With more than 2.5 million square feet of office space coming on in Manhattan every year, the question must be asked: Do we need all of this?
Developers insist yes, and ask that you look to rest of the world as evidence.
“If you look at London in the last 20 years, London’s replaced 50 percent of their stock with new office space. If you go to Hong Kong, that number is 80 percent. If you go to New York that number is 7 percent,” said Silverstein Properties’ CEO Marty Burger, speaking on the new development panel at The Real Deal’s 11th Annual New York Showcase and Forum on Monday. Burger, whose company is the developer of the World Trade Center complex, said that for New York City’s markets to remain competitive with other international centers of commerce, its workspaces have to keep up too.
The Monday panelists, which included HFZ Capital founder Ziel Feldman, Alchemy Properties president Ken Horn and developer Bentley Zhao, picked apart the state of development in New York on both the luxury residential and commercial fronts. They largely rejected the idea there is too much supply.
Horn, whose company is redeveloping the top floors of the Woolworth building into apartments, said that the much-cited high-end condominium glut is slowly “being eaten away,” making room for new development opportunities. Feldman likewise said that although marketing apartments has become more challenging, the challenge is met by “pric[ing] within your comp set and try[ing] to create an experience that people can’t [find] elsewhere.”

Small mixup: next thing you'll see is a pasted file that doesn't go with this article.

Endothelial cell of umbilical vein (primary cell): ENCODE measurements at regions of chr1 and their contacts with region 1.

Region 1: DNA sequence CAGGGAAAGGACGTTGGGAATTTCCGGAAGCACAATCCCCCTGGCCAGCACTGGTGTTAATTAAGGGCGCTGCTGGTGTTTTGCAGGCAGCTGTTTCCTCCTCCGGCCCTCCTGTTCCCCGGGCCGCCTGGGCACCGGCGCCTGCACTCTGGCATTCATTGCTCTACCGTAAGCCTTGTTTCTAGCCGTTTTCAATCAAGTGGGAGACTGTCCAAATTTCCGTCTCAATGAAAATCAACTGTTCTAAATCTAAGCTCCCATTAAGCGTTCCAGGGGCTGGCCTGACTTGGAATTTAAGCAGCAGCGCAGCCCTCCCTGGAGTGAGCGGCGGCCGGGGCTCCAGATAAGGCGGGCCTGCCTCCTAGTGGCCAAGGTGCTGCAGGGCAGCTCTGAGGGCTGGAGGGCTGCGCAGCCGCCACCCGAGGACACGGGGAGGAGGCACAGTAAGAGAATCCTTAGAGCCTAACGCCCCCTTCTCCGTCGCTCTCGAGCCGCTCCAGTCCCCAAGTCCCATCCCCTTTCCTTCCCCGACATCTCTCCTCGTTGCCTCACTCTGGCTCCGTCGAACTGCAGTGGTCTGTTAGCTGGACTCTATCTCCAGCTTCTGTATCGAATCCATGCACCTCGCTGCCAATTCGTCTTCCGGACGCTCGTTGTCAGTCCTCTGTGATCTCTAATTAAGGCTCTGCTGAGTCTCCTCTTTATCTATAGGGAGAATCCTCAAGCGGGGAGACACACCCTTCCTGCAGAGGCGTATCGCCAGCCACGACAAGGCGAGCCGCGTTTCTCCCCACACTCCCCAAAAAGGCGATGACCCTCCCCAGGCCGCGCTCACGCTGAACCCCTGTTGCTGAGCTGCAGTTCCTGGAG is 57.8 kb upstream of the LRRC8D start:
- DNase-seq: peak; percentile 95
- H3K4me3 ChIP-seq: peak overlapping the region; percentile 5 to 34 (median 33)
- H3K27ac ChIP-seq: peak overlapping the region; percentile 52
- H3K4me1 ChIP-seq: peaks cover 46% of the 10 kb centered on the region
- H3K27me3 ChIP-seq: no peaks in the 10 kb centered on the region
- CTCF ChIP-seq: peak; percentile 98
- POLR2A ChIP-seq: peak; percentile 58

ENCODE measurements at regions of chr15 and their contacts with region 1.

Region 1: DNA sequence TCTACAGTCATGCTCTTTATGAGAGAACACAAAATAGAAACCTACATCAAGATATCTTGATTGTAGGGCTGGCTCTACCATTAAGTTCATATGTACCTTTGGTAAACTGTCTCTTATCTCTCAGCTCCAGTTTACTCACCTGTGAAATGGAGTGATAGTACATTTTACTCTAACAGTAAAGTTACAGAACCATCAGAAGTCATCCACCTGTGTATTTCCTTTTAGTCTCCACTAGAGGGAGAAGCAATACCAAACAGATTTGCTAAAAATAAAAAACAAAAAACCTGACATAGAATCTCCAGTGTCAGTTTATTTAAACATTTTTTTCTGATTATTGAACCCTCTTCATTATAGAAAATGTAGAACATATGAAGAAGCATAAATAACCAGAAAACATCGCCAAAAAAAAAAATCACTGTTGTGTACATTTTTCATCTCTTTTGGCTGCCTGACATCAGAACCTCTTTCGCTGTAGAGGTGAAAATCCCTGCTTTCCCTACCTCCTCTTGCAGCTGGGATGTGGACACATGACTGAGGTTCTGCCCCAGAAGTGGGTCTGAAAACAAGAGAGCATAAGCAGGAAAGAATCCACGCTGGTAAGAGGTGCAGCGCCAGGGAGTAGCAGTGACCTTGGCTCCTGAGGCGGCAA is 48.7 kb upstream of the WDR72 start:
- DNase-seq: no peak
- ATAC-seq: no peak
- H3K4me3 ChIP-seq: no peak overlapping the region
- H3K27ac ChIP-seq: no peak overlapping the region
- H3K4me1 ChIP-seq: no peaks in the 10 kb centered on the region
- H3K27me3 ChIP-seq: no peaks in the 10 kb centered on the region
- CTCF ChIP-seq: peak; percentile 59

When asked about how things are going with the Woolworth’s aspirationally-priced $110 million penthouse, Horn said that in just the last week the unit is physically accessible to prospective buyers for the first time, which he hopes will increase interest. “We were concerned about safety,” Horn said of the under-renovation, five-floor penthouse.
As for the availability of debt and sources of equity, the developers said they weren’t having trouble getting that either. While EB-5 visa money has slowed down due to immigration wait times, the Israeli bond market has emerged as a reliable source of capital.
And non-traditional investors have stepped in as banks have become more conservative with new development lending. Even at high interest rates, panelists said there are advantages to getting loans from single funds as opposed to a consortium of different banks. “It’s very attractive on a large construction job [to just deal with one lender],”said Feldman, who closed on a $1.3 billion construction loan form the Children’s Investment Fund last year for HFZ’s condo development at 76 11th Avenue.
“If you’re dealing with one party like Children’s Investment Fund,” said Berger, “you call one guy and he makes a decision.” Dealing with multiple banks makes the simplest tasks much more difficult during development, he added.
As for Zhao, he cited his company’s ownership of its own construction operation as one way he makes the numbers work in an environment with more expensive debt and high land prices.
Meanwhile, condo inventory loans have helped developers wait out the eventual sales of their units for a return. “As you sell units they get paid off,” Feldman, who received one at the Belnord condo conversion, said. “It’s another way of getting money out the door.”
The Monday panel also touched upon foreign buyers (they aren’t going away), on the potential oversupply of work from celebrity architects Bjarke Ingels and Robert AM Stern (buyers still want it) and tax reform (40 percent of high-end buyers make their income via pass-through entities and are seeing their taxes drop, Feldman said).